First of all, let's take a look at the Asus. As already explained in the description of the bios, a lot can be set here. However, the CPU's multiplier is left out; unfortunately, it cannot be set on the A7M266-D. That leaves only the FSB (Front Side Bus). As you are used to from Asus, this can be set in single steps. With the Athlon MP2000 + used in our test, we tried 140 MHz first. That is a little more than five percent more than the standard clock of 133 MHz. We set the memory timings to the optimal values ​​for the Nanya modules of 2-2-2. We set the optimization, which can be set between normal mode and turbo mode, to turbo. We do not change the voltage of the CPUs, which can only be set via jumpers. Well, the Asus boots up perfectly, Windows XP also starts up perfectly and a few subsequent runs of benchmarks confirm the assumption that the benchmark values ​​change in relation to the increased FSB. The Asus A7M266-D survived a continuous run of the 3DMark2001SE overnight without any complaints.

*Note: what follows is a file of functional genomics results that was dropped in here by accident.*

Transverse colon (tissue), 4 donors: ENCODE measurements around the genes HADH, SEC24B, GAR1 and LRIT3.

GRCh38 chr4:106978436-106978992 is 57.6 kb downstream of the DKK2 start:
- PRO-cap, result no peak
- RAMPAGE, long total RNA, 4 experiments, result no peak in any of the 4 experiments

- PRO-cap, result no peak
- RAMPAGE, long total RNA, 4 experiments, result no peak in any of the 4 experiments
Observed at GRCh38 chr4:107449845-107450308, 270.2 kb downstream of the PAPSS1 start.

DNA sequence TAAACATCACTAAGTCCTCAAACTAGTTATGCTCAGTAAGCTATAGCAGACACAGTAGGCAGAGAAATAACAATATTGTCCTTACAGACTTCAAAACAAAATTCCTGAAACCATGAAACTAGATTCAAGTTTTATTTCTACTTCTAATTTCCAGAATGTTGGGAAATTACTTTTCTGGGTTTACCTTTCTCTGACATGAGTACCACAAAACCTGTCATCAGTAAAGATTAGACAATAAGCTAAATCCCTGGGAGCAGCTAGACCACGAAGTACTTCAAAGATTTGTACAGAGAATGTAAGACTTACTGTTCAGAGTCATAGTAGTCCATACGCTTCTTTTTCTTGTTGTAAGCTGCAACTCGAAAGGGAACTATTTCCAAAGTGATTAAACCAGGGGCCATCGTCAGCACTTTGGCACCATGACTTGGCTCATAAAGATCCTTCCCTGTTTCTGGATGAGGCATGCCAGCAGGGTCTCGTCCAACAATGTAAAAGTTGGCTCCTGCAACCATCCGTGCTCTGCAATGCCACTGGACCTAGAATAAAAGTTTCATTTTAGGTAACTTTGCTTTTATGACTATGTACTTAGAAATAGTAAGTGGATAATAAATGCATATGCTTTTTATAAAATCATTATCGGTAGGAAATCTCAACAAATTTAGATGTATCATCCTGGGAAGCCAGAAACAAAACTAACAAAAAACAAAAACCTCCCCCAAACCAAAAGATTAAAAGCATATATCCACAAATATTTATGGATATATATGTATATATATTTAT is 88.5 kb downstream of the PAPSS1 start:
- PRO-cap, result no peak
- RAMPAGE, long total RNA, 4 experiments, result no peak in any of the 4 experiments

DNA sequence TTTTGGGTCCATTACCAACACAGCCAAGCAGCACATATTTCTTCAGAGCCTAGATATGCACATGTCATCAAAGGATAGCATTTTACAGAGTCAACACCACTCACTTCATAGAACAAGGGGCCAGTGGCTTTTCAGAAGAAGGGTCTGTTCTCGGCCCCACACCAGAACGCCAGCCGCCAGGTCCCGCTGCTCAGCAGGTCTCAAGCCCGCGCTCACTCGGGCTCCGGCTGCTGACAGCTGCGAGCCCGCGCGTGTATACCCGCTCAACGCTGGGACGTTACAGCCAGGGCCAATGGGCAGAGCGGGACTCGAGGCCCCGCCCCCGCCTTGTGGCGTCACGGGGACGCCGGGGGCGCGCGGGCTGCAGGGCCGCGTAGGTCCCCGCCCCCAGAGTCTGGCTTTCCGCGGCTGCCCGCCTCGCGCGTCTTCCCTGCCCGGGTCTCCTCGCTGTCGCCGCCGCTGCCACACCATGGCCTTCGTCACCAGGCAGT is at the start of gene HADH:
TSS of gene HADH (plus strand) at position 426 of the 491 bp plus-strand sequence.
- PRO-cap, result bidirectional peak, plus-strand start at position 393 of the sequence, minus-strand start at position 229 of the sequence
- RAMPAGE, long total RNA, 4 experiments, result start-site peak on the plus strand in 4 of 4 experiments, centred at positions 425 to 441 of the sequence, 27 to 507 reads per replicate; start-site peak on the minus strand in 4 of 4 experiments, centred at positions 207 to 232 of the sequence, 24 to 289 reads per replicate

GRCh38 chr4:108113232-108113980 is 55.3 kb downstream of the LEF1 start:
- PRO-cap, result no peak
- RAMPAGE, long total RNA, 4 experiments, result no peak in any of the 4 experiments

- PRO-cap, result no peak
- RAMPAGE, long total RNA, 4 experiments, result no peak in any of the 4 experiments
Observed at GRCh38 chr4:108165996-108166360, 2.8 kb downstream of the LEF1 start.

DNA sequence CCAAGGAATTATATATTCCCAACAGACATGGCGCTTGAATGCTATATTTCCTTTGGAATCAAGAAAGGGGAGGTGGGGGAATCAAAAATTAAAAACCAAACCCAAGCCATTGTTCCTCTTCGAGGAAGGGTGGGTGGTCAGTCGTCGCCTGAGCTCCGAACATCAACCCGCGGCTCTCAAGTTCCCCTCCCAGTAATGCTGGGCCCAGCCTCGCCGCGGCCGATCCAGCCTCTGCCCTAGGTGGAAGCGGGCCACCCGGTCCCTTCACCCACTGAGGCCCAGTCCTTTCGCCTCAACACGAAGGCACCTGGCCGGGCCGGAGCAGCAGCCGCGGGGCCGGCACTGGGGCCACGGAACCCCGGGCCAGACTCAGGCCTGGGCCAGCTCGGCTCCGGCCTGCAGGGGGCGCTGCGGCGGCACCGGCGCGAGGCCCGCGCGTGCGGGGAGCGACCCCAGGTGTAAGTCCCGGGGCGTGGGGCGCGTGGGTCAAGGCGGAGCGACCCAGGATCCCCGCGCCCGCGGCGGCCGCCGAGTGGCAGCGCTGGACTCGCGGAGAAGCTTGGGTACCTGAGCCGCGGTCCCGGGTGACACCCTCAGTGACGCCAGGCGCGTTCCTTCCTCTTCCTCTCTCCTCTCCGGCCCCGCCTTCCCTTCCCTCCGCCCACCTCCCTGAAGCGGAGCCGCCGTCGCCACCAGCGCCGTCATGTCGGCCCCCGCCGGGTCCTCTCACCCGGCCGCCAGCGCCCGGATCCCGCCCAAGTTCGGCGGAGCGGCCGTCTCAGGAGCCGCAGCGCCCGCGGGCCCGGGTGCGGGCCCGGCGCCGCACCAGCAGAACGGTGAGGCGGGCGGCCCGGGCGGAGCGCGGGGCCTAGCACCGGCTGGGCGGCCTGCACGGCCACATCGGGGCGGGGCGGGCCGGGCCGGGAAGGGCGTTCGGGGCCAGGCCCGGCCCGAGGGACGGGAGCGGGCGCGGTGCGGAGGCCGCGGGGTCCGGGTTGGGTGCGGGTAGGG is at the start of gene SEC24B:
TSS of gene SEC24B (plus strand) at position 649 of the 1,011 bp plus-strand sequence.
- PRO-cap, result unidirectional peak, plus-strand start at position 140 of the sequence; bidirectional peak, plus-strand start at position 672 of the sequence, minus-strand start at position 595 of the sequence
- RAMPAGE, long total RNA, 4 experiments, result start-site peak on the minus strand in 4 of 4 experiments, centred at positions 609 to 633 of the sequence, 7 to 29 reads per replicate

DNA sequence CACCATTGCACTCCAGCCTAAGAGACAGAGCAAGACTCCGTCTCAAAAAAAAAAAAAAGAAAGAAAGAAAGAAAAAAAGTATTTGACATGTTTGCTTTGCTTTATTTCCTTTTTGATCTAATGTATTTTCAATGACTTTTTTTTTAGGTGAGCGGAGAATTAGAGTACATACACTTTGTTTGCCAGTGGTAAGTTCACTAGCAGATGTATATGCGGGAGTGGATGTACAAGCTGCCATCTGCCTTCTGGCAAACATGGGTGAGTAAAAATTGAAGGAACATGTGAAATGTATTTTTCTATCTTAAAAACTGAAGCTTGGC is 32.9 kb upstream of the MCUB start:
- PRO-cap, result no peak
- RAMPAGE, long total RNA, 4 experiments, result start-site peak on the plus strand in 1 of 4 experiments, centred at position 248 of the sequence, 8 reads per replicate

The next step in increasing the FSB (Front Side Bus) is 144 MHz. We'll leave everything else set right away. The Asus starts again without grumbling, Windows XP also boots up perfectly, but after a few seconds there is a reset and the Asus restarts on its own. We start the Asus again, but the same picture, after a few seconds in Windows XP, the Asus crashes completely. We try to lower the timings, but that is actually not an alternative, because it makes the board dramatically slower, but the Asus does not run stable even with reduced timings. The time until the crash was only increased to a few minutes. We then set the timings back onMaximum, and slowly go back with the FSB. Only when we reached 140 MHz did we manage to get the board running stably. 141 MHz were still possible, 142 MHz also ran stable at first glance, but a little work with the board, such as surfing with Internet Explorer or listening to music, caused the Asus to crash. So all that remains is that the Asus can be operated stably at 140 MHz with the sharpest timing. Incidentally, increasing the voltage for the CPUs had no effect.